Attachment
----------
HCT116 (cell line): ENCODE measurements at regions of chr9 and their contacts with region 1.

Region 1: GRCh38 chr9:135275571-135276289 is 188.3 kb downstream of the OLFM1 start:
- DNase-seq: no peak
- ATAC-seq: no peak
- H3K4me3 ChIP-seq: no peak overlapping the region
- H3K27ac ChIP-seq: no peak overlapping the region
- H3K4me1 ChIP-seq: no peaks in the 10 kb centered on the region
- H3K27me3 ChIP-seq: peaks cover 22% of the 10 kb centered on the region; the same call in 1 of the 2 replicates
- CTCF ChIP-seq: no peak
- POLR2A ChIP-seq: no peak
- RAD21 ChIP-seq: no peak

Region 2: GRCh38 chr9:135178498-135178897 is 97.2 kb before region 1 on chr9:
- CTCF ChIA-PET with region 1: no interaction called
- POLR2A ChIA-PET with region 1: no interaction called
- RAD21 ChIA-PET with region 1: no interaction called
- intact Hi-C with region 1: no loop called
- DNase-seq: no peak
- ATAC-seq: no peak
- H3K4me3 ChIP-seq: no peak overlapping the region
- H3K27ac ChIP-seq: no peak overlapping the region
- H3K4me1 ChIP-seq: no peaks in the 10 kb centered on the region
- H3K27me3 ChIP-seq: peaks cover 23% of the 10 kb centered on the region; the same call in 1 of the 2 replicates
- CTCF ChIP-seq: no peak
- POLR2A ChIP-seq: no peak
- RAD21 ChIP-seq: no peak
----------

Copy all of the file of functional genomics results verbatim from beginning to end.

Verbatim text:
HCT116 (cell line): ENCODE measurements at regions of chr9 and their contacts with region 1.

Region 1: GRCh38 chr9:135275571-135276289 is 188.3 kb downstream of the OLFM1 start:
- DNase-seq: no peak
- ATAC-seq: no peak
- H3K4me3 ChIP-seq: no peak overlapping the region
- H3K27ac ChIP-seq: no peak overlapping the region
- H3K4me1 ChIP-seq: no peaks in the 10 kb centered on the region
- H3K27me3 ChIP-seq: peaks cover 22% of the 10 kb centered on the region; the same call in 1 of the 2 replicates
- CTCF ChIP-seq: no peak
- POLR2A ChIP-seq: no peak
- RAD21 ChIP-seq: no peak

Region 2: GRCh38 chr9:135178498-135178897 is 97.2 kb before region 1 on chr9:
- CTCF ChIA-PET with region 1: no interaction called
- POLR2A ChIA-PET with region 1: no interaction called
- RAD21 ChIA-PET with region 1: no interaction called
- intact Hi-C with region 1: no loop called
- DNase-seq: no peak
- ATAC-seq: no peak
- H3K4me3 ChIP-seq: no peak overlapping the region
- H3K27ac ChIP-seq: no peak overlapping the region
- H3K4me1 ChIP-seq: no peaks in the 10 kb centered on the region
- H3K27me3 ChIP-seq: peaks cover 23% of the 10 kb centered on the region; the same call in 1 of the 2 replicates
- CTCF ChIP-seq: no peak
- POLR2A ChIP-seq: no peak
- RAD21 ChIP-seq: no peak